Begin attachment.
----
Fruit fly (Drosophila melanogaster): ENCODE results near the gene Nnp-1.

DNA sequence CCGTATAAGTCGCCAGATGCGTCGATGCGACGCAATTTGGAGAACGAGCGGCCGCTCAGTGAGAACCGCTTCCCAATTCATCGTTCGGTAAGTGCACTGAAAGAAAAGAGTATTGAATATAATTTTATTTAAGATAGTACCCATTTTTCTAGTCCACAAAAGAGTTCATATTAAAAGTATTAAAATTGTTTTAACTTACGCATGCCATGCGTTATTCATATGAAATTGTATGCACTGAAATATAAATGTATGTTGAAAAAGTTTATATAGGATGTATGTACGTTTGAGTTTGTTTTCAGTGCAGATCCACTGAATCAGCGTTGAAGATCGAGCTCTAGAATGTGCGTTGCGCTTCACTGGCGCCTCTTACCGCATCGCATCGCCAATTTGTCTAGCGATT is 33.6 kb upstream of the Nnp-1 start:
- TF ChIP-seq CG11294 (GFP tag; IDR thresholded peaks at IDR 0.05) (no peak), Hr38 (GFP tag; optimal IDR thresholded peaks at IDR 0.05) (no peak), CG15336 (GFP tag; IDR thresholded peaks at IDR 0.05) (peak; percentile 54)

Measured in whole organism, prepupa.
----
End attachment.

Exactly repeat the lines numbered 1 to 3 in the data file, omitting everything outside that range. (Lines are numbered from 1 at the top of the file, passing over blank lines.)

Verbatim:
Fruit fly (Drosophila melanogaster): ENCODE results near the gene Nnp-1.

DNA sequence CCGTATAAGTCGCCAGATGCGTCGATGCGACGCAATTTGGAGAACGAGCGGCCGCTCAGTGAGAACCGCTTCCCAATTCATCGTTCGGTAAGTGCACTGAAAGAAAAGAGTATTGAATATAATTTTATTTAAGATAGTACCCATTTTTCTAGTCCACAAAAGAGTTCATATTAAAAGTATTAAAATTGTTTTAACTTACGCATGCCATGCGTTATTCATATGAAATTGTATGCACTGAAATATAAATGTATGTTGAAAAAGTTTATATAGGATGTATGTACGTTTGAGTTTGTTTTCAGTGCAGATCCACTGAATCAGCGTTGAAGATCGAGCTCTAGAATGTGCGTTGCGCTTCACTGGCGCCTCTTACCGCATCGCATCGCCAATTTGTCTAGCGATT is 33.6 kb upstream of the Nnp-1 start:
- TF ChIP-seq CG11294 (GFP tag; IDR thresholded peaks at IDR 0.05) (no peak), Hr38 (GFP tag; optimal IDR thresholded peaks at IDR 0.05) (no peak), CG15336 (GFP tag; IDR thresholded peaks at IDR 0.05) (peak; percentile 54)